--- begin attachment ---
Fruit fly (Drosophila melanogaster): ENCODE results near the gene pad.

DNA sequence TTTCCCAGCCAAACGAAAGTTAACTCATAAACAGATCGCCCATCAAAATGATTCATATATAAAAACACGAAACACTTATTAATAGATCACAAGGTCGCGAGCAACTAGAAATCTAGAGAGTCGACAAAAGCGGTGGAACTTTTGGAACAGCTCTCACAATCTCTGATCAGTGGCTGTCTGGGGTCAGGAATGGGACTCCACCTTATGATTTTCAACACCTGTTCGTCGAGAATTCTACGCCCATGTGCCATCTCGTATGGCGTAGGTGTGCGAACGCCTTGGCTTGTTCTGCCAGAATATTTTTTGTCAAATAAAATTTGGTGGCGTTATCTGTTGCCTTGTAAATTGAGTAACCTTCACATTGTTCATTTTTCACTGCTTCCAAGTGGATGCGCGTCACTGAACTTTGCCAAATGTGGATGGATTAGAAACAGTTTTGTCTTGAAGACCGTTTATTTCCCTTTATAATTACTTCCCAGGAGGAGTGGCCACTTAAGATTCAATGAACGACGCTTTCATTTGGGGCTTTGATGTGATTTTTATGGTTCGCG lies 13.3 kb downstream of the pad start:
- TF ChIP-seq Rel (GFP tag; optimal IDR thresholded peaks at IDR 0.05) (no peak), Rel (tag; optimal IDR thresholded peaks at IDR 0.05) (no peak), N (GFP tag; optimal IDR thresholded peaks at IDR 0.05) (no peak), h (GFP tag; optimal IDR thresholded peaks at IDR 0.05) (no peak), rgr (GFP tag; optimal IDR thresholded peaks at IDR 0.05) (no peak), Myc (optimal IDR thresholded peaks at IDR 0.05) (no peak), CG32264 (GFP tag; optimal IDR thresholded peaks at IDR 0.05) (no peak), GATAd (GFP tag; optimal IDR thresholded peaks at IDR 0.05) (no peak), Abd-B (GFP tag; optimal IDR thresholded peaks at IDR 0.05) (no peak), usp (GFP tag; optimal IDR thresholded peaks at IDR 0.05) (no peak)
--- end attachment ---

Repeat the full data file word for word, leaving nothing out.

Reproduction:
Fruit fly (Drosophila melanogaster): ENCODE results near the gene pad.

DNA sequence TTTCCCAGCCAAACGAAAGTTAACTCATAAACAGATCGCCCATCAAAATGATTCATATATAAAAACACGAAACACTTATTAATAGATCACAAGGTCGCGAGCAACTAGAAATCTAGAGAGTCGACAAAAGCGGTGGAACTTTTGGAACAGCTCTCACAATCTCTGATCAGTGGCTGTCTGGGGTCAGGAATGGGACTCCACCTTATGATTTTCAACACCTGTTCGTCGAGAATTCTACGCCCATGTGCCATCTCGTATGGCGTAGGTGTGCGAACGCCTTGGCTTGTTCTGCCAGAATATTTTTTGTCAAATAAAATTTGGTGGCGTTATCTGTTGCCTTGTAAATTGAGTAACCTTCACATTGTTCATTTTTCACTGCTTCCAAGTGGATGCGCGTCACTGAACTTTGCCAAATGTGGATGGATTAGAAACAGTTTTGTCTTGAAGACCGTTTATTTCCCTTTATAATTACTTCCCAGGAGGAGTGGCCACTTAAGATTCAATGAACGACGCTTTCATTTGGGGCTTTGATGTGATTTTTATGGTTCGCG lies 13.3 kb downstream of the pad start:
- TF ChIP-seq Rel (GFP tag; optimal IDR thresholded peaks at IDR 0.05) (no peak), Rel (tag; optimal IDR thresholded peaks at IDR 0.05) (no peak), N (GFP tag; optimal IDR thresholded peaks at IDR 0.05) (no peak), h (GFP tag; optimal IDR thresholded peaks at IDR 0.05) (no peak), rgr (GFP tag; optimal IDR thresholded peaks at IDR 0.05) (no peak), Myc (optimal IDR thresholded peaks at IDR 0.05) (no peak), CG32264 (GFP tag; optimal IDR thresholded peaks at IDR 0.05) (no peak), GATAd (GFP tag; optimal IDR thresholded peaks at IDR 0.05) (no peak), Abd-B (GFP tag; optimal IDR thresholded peaks at IDR 0.05) (no peak), usp (GFP tag; optimal IDR thresholded peaks at IDR 0.05) (no peak)